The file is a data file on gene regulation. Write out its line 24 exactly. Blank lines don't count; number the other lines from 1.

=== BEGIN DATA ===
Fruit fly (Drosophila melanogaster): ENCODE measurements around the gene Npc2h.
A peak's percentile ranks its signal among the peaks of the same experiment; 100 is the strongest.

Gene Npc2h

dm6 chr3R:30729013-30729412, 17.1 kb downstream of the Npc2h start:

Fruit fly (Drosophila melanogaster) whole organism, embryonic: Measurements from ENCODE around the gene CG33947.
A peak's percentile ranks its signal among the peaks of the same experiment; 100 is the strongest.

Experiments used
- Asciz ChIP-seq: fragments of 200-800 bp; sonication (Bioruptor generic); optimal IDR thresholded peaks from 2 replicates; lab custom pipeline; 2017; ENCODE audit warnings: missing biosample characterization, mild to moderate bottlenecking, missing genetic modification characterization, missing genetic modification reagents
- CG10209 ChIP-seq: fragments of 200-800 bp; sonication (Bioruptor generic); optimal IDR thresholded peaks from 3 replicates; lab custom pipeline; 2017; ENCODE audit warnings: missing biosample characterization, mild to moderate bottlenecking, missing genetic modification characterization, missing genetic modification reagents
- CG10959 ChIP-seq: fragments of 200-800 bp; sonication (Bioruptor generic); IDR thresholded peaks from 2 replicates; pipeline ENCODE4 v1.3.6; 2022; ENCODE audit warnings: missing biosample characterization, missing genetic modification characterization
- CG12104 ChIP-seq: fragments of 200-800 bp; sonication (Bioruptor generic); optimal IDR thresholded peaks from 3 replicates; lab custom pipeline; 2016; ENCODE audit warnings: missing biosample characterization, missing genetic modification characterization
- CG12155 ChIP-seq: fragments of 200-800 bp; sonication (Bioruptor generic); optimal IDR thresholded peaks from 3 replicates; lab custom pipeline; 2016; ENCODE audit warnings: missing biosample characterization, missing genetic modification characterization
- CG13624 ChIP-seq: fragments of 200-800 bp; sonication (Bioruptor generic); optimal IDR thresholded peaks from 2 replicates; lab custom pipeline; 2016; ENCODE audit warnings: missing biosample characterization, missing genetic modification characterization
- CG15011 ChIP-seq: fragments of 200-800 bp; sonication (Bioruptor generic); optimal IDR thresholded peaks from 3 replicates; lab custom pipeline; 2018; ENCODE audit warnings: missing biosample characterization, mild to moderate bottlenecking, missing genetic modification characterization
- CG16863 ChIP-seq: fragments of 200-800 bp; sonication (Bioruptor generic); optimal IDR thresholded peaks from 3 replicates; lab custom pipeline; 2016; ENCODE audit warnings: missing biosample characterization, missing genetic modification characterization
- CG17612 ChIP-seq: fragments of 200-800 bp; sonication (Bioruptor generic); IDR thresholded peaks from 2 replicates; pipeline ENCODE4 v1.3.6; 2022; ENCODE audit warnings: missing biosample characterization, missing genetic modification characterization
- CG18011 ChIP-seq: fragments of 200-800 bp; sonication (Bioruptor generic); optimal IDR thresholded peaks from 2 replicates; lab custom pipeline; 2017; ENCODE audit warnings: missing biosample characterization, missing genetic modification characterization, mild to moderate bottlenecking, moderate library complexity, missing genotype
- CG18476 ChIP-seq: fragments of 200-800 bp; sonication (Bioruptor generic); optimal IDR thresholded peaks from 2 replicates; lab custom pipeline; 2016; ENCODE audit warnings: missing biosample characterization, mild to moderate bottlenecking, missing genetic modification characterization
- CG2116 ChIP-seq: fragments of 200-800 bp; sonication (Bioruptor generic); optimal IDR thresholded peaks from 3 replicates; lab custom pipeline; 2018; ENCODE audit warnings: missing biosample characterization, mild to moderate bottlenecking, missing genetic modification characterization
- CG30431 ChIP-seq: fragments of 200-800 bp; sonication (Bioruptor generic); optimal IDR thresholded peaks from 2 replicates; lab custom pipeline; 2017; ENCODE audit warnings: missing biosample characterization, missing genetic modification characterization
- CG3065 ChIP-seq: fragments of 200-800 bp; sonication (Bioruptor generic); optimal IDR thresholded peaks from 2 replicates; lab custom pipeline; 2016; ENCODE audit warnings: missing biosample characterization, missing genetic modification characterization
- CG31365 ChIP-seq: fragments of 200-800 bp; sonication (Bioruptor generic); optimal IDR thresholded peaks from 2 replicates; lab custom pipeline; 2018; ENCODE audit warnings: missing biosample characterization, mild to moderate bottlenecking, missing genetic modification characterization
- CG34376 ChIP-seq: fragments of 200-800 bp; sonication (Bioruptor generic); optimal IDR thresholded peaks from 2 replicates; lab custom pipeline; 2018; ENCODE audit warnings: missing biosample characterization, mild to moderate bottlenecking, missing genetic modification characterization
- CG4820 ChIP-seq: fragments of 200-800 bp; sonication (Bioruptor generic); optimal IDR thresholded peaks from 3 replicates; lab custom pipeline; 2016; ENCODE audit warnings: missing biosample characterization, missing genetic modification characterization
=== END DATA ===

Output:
- CG4820 ChIP-seq: fragments of 200-800 bp; sonication (Bioruptor generic); optimal IDR thresholded peaks from 3 replicates; lab custom pipeline; 2016; ENCODE audit warnings: missing biosample characterization, missing genetic modification characterization